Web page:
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9 Months Pregnant - What to Expect

9 Months Pregnant - What to Expect

You're about to welcome your baby to the world. Here's what you might expect at nine months pregnant.

Congratulations! At nine months pregnant, your baby’s arrival could happen any day. As the main event approaches, you may feel a mix of excitement and nervousness while you anticipate the moment you've been waiting for. From false labor to actual labor contractions, let's take a look at some of what you may be experiencing as you prepare to hold your little one in your arms for the first time.

What might your body be experiencing at 9 months pregnant?

Braxton Hicks contractions

Braxton Hicks contractions feel like sporadic tightening sensations across the stomach muscles. They may last from 15 seconds to two minutes and may sometimes be mistaken for true labor. Dehydration, sex, a full bladder, or high activity levels may trigger these intermittent and unpredictable contractions, also known as “false labor.” Drinking water, changing position, and resting may help them stop. At nine months pregnant, however, keep an eye out for true labor contractions, which will increase in frequency and get progressively stronger.

Lightning crotch

Moms-to-be may experience lightning crotch, a sharp, shooting pain or pins-and-needles sensation in the vagina, rectum, or pelvis that may travel to the thigh. It lasts a few seconds and isn't an indication of labor but may be connected to nerve pressure caused by your baby's head, which is positioned lower in your pelvis now. Unfortunately, there's not too much you can do about it except wait it out, although changing positions may help lessen the baby's pressure on your nerves. It is a good idea to call your doctor if it lasts longer than a few seconds.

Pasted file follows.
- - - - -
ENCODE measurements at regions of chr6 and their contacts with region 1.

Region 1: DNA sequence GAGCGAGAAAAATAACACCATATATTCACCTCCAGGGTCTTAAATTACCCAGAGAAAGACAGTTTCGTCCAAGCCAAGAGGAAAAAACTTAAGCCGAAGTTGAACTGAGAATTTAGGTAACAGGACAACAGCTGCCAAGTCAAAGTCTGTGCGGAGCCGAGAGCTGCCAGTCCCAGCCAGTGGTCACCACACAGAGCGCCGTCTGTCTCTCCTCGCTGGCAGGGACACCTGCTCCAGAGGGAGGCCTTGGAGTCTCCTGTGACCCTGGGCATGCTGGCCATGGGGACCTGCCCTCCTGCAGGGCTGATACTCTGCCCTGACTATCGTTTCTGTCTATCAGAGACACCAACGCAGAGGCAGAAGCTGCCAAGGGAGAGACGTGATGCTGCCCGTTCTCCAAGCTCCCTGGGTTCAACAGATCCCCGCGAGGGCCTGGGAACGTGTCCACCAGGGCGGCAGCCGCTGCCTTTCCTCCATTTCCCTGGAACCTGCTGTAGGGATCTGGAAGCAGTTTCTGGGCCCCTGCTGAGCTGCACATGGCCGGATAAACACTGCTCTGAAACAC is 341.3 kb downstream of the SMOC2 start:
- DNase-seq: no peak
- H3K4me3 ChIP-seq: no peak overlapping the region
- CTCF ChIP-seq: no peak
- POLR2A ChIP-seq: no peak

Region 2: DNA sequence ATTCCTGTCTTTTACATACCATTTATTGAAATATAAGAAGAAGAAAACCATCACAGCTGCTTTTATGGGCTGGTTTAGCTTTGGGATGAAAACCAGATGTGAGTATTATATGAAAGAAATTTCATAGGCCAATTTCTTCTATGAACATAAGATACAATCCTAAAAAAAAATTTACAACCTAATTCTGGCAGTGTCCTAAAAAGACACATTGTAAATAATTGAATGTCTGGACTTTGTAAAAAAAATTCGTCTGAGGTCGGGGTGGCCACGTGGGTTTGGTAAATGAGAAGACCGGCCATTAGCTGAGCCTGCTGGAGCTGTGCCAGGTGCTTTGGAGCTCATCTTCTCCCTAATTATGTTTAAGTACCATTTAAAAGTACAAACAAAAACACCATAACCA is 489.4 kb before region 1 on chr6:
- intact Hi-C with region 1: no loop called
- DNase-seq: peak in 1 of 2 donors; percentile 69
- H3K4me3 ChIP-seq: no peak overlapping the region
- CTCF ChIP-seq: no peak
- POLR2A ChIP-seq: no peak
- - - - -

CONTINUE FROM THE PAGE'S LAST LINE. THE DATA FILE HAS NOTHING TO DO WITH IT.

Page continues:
Of course, the most wonderful part of being 9 months pregnant is that you're almost at that life-changing moment when you'll finally meet the precious baby who's been growing inside you. When will it be "time"? Typically women will go into labor between weeks 38 and 41 of pregnancy, but every mama has a different labor experience and each delivery is unique.

Here are some indications that labor may be on the way. If you experience any of the following, contact your doctor, who can best guide you through your next steps.

  • Lightening. Lightening is when your baby drops lower in your pelvis. While you may have an increased need to pee since there's more pressure on your bladder, breathing may be easier as there's less pressure on your diaphragm.
  • Diarrhea. Loose bowel movements can be an early sign of labor, occurring about 24–48 hours before its onset.
  • Bloody show. A thick plug of mucus has been protecting bacteria from entering the uterus. Now that you're getting ready to deliver soon, the plug will release. This is known as the bloody show and may be pink, brown, or tinged with blood and accompanied by some cramping. You may notice it come out all at once, equivalent to about a tablespoon or two of discharge, or it may be expelled gradually.
  • Water breaking. Your baby has been surrounded by the amniotic sac for 9 months, and when it breaks, it’s referred to as "water breaking." It often feels like a trickle rather than a huge gush of fluid.
  • Contractions. Labor contractions may feel like strong menstrual cramps in your pelvis and back. Unlike Braxton Hicks contractions, true labor contractions will begin to intensify and come at consistent and shorter intervals and last about a minute or a minute and a half. Your doctor may have advised you when to call—and always call if you have any concerns or questions about anything you're experiencing.